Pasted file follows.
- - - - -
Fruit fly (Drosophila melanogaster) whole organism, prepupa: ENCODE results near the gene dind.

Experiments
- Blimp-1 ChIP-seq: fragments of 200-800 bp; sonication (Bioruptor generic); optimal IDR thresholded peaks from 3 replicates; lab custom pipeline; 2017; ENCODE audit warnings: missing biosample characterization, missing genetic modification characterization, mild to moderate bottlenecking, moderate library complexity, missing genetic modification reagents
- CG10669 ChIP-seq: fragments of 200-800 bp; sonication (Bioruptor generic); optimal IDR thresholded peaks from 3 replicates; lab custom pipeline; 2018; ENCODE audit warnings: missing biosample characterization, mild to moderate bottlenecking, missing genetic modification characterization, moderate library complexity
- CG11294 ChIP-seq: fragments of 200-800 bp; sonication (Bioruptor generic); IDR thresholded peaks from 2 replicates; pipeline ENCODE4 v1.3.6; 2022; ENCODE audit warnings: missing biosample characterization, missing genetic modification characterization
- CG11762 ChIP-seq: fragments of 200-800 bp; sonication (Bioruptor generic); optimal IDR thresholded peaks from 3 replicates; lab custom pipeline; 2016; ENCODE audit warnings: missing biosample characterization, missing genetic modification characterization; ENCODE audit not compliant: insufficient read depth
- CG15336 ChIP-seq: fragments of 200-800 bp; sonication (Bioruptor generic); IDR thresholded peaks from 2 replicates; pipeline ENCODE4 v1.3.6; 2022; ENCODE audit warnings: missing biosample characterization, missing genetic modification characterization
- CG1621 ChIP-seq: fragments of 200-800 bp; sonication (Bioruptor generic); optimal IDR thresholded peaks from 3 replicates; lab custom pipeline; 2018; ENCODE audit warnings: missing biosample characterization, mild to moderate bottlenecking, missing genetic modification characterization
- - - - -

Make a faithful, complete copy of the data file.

Fruit fly (Drosophila melanogaster) whole organism, prepupa: ENCODE results near the gene dind.

Experiments
- Blimp-1 ChIP-seq: fragments of 200-800 bp; sonication (Bioruptor generic); optimal IDR thresholded peaks from 3 replicates; lab custom pipeline; 2017; ENCODE audit warnings: missing biosample characterization, missing genetic modification characterization, mild to moderate bottlenecking, moderate library complexity, missing genetic modification reagents
- CG10669 ChIP-seq: fragments of 200-800 bp; sonication (Bioruptor generic); optimal IDR thresholded peaks from 3 replicates; lab custom pipeline; 2018; ENCODE audit warnings: missing biosample characterization, mild to moderate bottlenecking, missing genetic modification characterization, moderate library complexity
- CG11294 ChIP-seq: fragments of 200-800 bp; sonication (Bioruptor generic); IDR thresholded peaks from 2 replicates; pipeline ENCODE4 v1.3.6; 2022; ENCODE audit warnings: missing biosample characterization, missing genetic modification characterization
- CG11762 ChIP-seq: fragments of 200-800 bp; sonication (Bioruptor generic); optimal IDR thresholded peaks from 3 replicates; lab custom pipeline; 2016; ENCODE audit warnings: missing biosample characterization, missing genetic modification characterization; ENCODE audit not compliant: insufficient read depth
- CG15336 ChIP-seq: fragments of 200-800 bp; sonication (Bioruptor generic); IDR thresholded peaks from 2 replicates; pipeline ENCODE4 v1.3.6; 2022; ENCODE audit warnings: missing biosample characterization, missing genetic modification characterization
- CG1621 ChIP-seq: fragments of 200-800 bp; sonication (Bioruptor generic); optimal IDR thresholded peaks from 3 replicates; lab custom pipeline; 2018; ENCODE audit warnings: missing biosample characterization, mild to moderate bottlenecking, missing genetic modification characterization